Jul 282014

The bayou facade of the proposed Deutsches Haus building on Moss Street (via Mathes Brierre architects)

Owen Courreges

We can now officially say that the New Orleans City Planning Commission is insane.  This week, the Planning Commission asked members of the Deutsches Haus to revisit the plans for their new building in Mid-City — because it is too Germanic-looking.

Yes, you read that correctly.

Now, when you go car shopping, you don’t say to the salesman: “I like this car, but it looks too much like, you know, a car.  Don’t you have anything that looks like a bicycle?”

Likewise, you don’t call a realtor and ask to see a house, and then say: “Why do you keep showing me these buildings with bedrooms and bathrooms and pitched roofs?  I want something emblazoned with Golden Arches that has a ball pit in front.”

Accordingly, the Planning Commission should hardly have been shocked when Deutsches Haus, which literally translates to “German House,” issued plans that looked very German.  Of course the designs were strongly Germanic.  That’s the whole damn point.

The Planning Commission’s reasoning was that the design “does not mesh well” with either the city or the surrounding neighborhood.  Apparently, the Planning Commission subscribes to the bizarre and radical notion that a Germanic structure, located anywhere in New Orleans, is direly offensive to the architectural fabric of the entire city.

Of course, New Orleans actually does have a diverse stock of architecture, and even those buildings from similar eras can differ radically in appearance depending on their size and function.  We have shotgun homes, double galleries, commercial structures and churches.

A church may not look anything like a single-family home, but they can still complement each other.  We accept, both aesthetically and practically, that buildings with diverse uses and backgrounds will also have different appearances.

In the case of the planned site for Deutsches Haus, the immediate surrounding area consists of small homes that aren’t particularly distinctive.  The design of Deutsches Haus is never going to mirror that of its neighbors, and it would be ridiculous for it to try.  Were I a bit more cynical, I might argue that the Planning Commission was simply making vapid criticisms to justify its own existence.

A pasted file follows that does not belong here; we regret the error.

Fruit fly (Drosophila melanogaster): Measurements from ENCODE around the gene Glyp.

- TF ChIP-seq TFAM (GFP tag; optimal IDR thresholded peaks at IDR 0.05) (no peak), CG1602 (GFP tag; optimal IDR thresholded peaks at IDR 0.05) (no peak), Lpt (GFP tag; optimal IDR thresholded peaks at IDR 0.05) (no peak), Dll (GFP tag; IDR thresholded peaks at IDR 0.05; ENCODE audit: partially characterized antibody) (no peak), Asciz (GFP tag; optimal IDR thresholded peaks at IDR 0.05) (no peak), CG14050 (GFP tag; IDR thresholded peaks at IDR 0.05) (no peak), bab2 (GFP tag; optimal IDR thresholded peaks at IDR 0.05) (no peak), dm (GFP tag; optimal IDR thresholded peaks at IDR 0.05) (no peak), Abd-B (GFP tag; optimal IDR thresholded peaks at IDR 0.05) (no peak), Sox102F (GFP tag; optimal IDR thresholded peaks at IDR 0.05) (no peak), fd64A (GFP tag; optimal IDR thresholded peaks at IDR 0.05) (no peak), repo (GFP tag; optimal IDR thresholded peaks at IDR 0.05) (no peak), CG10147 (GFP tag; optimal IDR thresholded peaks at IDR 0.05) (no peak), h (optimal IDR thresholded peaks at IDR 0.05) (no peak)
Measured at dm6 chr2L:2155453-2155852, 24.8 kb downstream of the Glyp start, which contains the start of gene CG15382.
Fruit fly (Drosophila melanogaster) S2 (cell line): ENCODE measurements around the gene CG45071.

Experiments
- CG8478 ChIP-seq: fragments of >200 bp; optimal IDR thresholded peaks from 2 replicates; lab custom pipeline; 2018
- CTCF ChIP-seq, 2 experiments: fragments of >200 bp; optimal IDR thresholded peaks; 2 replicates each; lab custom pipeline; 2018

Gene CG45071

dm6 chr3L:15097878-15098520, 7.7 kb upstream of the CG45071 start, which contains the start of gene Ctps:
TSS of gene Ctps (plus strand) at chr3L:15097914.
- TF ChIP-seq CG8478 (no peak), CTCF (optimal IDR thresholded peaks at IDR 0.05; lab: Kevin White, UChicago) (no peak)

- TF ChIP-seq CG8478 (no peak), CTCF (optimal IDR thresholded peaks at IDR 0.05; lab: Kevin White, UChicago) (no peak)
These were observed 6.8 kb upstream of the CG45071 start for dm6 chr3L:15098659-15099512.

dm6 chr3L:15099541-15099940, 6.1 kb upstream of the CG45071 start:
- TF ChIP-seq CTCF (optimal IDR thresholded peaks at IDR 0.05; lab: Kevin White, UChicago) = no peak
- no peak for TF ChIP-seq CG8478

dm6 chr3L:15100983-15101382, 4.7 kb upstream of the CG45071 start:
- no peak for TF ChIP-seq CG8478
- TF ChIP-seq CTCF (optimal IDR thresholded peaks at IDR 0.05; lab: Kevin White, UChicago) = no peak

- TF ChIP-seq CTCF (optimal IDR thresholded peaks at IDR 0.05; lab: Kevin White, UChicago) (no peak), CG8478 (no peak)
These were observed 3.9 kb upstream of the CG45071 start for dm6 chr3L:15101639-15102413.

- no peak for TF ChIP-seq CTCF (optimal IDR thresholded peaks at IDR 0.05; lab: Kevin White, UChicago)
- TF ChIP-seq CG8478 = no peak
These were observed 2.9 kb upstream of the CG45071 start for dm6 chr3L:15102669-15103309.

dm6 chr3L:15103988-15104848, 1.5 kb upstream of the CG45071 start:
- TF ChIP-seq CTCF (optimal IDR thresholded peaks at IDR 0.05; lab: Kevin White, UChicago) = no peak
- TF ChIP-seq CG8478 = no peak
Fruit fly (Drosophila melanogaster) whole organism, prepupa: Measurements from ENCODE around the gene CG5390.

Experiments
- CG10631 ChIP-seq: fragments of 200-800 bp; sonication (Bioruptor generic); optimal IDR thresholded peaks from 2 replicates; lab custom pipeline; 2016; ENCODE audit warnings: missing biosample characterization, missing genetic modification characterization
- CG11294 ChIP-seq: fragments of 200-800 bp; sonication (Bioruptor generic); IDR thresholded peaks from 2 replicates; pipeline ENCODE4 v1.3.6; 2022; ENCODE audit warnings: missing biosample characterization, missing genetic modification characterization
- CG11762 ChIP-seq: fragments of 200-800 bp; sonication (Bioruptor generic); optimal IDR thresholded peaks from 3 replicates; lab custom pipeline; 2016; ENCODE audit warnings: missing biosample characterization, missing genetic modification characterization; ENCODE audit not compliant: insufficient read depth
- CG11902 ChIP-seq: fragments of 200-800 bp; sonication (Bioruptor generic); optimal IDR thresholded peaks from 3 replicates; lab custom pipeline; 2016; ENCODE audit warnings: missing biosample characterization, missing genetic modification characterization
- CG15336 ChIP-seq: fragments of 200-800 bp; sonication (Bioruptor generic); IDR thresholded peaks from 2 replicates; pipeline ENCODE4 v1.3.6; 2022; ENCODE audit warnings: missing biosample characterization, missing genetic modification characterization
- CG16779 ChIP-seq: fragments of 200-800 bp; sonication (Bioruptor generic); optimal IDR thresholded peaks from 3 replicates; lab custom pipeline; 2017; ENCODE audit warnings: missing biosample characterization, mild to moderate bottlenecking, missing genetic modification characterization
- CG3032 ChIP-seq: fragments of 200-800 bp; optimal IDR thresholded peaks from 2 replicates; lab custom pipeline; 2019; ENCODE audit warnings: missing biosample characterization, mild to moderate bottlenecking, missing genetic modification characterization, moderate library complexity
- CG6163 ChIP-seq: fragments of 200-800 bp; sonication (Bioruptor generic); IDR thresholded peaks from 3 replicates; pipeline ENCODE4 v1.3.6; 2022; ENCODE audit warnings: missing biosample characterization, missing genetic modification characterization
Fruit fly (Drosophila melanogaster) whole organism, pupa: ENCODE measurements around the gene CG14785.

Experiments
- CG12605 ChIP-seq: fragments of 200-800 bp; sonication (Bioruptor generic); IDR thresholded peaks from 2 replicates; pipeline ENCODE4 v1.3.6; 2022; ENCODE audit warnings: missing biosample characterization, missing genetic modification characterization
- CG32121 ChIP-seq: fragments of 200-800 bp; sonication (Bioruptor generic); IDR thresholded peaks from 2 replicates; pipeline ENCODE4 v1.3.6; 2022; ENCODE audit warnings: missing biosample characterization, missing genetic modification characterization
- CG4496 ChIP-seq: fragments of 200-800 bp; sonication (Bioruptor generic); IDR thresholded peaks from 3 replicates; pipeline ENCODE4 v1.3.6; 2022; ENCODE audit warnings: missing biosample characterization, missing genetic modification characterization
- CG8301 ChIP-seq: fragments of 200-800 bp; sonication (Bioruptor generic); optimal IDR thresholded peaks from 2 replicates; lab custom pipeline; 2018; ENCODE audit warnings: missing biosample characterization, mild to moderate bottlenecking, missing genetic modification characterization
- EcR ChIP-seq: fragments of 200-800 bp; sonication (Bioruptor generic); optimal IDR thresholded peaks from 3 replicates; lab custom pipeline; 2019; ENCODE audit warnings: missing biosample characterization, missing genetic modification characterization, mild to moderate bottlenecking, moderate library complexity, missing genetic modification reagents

For its part, Deutsches House seemed exasperated with the Planning Commission.

“We had the pre-eminent architectural firm in New Orleans to design us a Germanic building, and this is what the pre-eminent architectural firm says is a Germanic building,” said member George Mahl.  “So we’d like to keep what we have there on paper.”

Personally, I don’t even like the proposed Deutsches Haus design all that much.  It’s fairly modern-looking and I greatly prefer traditional architecture.  Moreover, the stone walls give it a weird “mausoleum” vibe.

However, that’s how architecture works.  To a large degree it’s subjective.  Some people love modern design and others hate it.  Some designs are hits, others are misses.  This immutable reality is precisely the reason why it’s not a great idea to have a panel of aesthetic Pooh-Bahs with bizarre and unreasonable standards imposing their will on infill development.

Noted urbanist Jane Jacobs was famous for saying that “[i]n our American cities, we need all kinds of diversity.”  This sentiment encompassed architectural diversity.  Jacobs derided planners who pushed for architectural uniformity and celebrated the idea of having both traditional and contemporary structures throughout a city.

“Dull, inert cities, it is true, do contain the seeds of their own destruction and little else,” Jacobs wrote. “But lively, diverse, intense cities contain the seeds of their own regeneration, with energy enough to carry over for problems and needs outside themselves.”